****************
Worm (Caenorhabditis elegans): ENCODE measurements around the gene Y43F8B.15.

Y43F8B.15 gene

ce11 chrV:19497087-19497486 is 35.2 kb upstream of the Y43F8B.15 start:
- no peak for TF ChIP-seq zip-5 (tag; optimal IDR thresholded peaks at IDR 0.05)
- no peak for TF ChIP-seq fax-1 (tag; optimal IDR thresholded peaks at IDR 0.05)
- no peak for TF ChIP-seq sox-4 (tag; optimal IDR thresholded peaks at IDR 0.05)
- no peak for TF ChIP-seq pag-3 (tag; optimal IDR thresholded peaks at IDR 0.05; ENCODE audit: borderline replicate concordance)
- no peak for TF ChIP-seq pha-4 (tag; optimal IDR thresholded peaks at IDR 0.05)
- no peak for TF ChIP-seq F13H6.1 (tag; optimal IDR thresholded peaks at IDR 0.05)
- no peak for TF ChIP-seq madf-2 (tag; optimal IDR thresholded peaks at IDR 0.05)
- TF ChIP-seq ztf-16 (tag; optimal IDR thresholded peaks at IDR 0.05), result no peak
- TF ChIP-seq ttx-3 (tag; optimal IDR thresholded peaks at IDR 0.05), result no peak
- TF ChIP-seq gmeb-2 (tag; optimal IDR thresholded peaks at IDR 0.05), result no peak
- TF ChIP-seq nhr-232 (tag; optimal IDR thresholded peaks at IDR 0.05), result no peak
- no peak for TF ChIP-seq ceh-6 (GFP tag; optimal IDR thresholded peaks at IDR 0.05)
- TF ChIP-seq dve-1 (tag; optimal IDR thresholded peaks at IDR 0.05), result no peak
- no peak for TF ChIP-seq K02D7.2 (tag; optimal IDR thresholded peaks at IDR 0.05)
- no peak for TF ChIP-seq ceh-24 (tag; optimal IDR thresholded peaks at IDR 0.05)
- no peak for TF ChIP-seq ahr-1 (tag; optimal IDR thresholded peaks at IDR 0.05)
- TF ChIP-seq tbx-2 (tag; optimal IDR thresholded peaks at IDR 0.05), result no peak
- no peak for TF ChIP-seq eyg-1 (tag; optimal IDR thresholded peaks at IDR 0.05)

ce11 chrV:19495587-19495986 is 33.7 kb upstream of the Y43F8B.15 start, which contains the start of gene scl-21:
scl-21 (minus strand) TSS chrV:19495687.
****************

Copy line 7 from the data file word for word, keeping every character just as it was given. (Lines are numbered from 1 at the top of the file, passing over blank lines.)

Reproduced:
- no peak for TF ChIP-seq pag-3 (tag; optimal IDR thresholded peaks at IDR 0.05; ENCODE audit: borderline replicate concordance)